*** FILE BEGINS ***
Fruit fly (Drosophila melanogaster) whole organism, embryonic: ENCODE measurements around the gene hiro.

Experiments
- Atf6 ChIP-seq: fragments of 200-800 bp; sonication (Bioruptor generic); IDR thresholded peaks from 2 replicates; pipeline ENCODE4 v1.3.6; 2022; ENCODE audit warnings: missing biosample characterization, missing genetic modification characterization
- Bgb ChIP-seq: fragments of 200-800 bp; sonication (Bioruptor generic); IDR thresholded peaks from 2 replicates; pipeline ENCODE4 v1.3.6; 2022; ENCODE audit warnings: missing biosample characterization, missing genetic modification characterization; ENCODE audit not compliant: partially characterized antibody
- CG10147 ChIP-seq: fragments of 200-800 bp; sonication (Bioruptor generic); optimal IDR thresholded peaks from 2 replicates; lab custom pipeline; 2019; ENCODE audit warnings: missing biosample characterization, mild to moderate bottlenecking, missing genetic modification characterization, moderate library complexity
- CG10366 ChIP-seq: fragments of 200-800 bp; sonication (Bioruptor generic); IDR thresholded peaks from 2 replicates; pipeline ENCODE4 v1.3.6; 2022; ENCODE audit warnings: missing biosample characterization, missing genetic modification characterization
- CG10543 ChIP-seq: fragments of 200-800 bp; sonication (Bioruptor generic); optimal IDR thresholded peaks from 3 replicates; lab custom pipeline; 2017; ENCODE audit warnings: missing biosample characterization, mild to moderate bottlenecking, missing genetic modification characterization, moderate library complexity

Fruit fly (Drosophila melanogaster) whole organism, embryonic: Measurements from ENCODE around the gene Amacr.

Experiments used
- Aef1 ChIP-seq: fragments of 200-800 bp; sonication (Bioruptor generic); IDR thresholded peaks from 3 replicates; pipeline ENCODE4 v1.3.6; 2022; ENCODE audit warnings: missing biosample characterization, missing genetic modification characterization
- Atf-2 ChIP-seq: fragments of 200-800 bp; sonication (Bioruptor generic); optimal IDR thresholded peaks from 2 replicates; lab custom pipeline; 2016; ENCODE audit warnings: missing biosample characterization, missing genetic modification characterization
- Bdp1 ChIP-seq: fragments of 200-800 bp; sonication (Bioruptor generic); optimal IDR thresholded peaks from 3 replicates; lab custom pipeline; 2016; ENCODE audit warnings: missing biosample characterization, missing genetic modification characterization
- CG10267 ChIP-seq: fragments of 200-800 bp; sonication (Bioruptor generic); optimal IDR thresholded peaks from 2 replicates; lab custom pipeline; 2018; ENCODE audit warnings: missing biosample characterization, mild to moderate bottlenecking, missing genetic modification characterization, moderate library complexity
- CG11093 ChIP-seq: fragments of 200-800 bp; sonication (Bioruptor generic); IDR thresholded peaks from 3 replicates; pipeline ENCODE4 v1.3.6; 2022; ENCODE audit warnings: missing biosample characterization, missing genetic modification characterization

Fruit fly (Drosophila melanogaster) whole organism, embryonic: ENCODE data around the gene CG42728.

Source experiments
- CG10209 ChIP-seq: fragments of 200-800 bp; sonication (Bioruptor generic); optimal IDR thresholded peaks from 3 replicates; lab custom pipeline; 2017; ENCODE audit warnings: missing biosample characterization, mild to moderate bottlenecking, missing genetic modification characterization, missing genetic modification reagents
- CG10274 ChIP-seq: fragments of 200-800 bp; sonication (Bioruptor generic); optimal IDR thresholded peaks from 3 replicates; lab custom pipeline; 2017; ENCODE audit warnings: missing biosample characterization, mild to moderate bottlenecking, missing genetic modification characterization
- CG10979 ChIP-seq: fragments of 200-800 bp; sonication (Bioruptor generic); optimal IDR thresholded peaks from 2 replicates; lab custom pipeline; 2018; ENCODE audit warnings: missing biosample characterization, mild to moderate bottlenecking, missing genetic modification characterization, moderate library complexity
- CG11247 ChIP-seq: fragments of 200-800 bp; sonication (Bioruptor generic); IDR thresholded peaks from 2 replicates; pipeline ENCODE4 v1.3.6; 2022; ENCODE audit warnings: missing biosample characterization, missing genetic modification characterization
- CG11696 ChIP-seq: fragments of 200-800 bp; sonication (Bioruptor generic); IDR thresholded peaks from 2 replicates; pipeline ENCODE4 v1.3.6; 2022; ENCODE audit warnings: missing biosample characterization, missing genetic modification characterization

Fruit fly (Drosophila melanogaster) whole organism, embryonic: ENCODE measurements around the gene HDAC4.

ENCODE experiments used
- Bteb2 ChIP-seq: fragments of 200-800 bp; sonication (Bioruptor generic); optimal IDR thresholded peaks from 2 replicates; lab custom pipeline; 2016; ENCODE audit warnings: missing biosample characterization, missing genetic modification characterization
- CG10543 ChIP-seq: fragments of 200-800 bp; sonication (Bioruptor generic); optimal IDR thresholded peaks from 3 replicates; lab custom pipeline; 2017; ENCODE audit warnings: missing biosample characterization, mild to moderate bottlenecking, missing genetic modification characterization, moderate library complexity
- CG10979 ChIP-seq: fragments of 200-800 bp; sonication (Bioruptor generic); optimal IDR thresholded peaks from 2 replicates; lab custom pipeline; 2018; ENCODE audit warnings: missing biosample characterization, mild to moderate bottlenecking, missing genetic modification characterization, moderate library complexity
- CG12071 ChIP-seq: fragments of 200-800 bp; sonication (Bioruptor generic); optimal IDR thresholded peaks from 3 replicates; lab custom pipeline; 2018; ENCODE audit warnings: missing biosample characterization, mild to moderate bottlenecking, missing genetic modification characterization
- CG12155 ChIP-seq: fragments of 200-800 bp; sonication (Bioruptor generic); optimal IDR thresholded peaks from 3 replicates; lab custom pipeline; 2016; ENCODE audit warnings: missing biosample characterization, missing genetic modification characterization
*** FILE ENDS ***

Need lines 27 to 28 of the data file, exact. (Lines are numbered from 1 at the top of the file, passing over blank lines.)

- CG12071 ChIP-seq: fragments of 200-800 bp; sonication (Bioruptor generic); optimal IDR thresholded peaks from 3 replicates; lab custom pipeline; 2018; ENCODE audit warnings: missing biosample characterization, mild to moderate bottlenecking, missing genetic modification characterization
- CG12155 ChIP-seq: fragments of 200-800 bp; sonication (Bioruptor generic); optimal IDR thresholded peaks from 3 replicates; lab custom pipeline; 2016; ENCODE audit warnings: missing biosample characterization, missing genetic modification characterization